U.S. oil futures give back 1% after rallying 6% on Monday

West Texas Intermediate oil futures gave back some of the previous session’s strong gains on Tuesday, as market participants looked ahead to fresh weekly information on U.S. stockpiles of crude and refined products to gauge the strength of demand in the world’s largest oil consumer.
On the New York Mercantile Exchange, crude oil for May delivery declined 57 cents, or 1.1%, to trade at $51.57 a barrel during European morning hours.
The American Petroleum Institute will release its inventories report later in the day, while Wednesday’s government report could show crude stockpiles rose by 2.9 million barrels in the week ended April 3.
Total U.S. crude oil inventories stood at 471.4 million barrels as of March 27, the most in at least 80 years.
A day earlier, New York-traded oil futures shot up $3.00, or 6.11%, to close at $52.14 amid speculation an ongoing collapse in rigs drilling for oil in the U.S. will result in lower production.
Nymex prices received a further boost after industry research group Genscape reported a surprise drop in supplies at Cushing, Oklahoma, a key storage hub and the delivery point for U.S. oil futures.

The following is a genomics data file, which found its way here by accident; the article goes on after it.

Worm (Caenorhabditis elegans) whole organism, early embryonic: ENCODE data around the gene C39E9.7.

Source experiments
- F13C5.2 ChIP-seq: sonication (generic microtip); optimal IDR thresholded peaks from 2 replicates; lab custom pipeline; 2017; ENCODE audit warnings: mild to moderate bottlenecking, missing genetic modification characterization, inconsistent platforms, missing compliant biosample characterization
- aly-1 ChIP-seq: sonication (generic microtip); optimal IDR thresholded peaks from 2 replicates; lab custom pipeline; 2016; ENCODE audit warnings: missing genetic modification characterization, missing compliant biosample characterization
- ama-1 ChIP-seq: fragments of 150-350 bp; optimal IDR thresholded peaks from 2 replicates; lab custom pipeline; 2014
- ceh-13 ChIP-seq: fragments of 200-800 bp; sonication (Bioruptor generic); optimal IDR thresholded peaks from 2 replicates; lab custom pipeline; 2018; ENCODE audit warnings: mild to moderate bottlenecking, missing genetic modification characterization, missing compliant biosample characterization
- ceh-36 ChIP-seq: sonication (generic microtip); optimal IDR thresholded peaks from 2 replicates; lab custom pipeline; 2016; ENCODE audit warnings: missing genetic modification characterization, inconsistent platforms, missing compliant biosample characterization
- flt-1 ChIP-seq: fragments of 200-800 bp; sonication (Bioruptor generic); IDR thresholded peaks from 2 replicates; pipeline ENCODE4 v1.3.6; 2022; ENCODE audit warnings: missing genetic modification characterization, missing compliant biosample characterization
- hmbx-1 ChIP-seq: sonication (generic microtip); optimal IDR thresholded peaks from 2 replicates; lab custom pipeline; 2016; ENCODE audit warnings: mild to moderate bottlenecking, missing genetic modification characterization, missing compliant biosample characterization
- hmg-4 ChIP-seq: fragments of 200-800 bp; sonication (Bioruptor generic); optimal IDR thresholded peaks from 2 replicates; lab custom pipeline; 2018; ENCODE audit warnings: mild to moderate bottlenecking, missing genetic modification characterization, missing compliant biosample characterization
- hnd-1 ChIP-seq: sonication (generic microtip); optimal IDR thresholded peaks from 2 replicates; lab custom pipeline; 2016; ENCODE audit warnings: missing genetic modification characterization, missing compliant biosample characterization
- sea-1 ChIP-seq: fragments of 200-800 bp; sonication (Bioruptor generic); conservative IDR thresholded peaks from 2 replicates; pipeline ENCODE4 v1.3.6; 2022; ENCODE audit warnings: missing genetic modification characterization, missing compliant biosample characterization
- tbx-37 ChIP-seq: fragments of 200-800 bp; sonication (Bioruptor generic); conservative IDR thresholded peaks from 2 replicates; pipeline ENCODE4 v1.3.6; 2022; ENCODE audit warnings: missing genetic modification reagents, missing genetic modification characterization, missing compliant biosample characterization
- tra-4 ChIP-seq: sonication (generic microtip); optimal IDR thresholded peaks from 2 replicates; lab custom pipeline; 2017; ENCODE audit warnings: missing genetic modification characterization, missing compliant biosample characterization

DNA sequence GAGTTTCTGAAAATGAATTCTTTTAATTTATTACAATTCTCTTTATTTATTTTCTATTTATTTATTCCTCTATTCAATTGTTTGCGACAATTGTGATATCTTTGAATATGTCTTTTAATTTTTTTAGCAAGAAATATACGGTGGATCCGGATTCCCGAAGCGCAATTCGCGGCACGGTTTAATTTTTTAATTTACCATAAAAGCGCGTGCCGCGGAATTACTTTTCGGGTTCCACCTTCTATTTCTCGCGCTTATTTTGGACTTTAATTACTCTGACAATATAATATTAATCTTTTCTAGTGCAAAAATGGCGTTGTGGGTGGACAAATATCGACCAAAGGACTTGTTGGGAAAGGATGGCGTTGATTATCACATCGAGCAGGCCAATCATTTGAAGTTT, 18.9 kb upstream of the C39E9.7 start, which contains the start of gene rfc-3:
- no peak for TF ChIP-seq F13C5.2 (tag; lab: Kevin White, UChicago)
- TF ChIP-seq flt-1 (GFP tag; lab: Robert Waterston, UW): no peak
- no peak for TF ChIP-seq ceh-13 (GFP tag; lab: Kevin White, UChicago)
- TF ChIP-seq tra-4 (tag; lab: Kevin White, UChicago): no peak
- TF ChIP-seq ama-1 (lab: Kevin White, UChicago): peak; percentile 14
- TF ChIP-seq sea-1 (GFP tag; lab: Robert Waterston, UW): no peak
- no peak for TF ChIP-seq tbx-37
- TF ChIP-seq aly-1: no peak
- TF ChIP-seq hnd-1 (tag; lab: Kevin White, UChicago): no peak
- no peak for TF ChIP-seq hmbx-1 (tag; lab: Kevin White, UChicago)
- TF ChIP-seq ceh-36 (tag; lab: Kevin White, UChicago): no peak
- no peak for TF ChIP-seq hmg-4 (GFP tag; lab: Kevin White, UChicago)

Despite Monday’s gains, Wall Street investment bank Goldman Sachs (NYSE:GS) said in a report Tuesday that prices will need to remain low in coming months to achieve a slowdown in U.S. output growth.
“We therefore reiterate our forecast for prices to remain low in 2015 with an only gradual recovery into year-end,” it said.
Elsewhere, on the ICE Futures Exchange in London, Brent oil for May delivery slumped 67 cents, or 1.15%, to trade at $57.45 a barrel.
On Monday, London-traded Brent surged $3.17, or 5.77%, to settle at $58.12 as investors assessed the impact of last week’s Iranian nuclear deal on global supplies.
Market experts largely estimated that a ramp-up in Iranian crude exports could take several months after Western powers negotiated a tentative nuclear deal with Tehran last week.
Brent prices found further support after Saudi Arabia raised prices for crude sales to Asia, signaling better demand in the region.
Meanwhile, the spread between the Brent and the WTI crude contracts stood at $5.88 a barrel, compared to $5.98 by close of trade on Monday.

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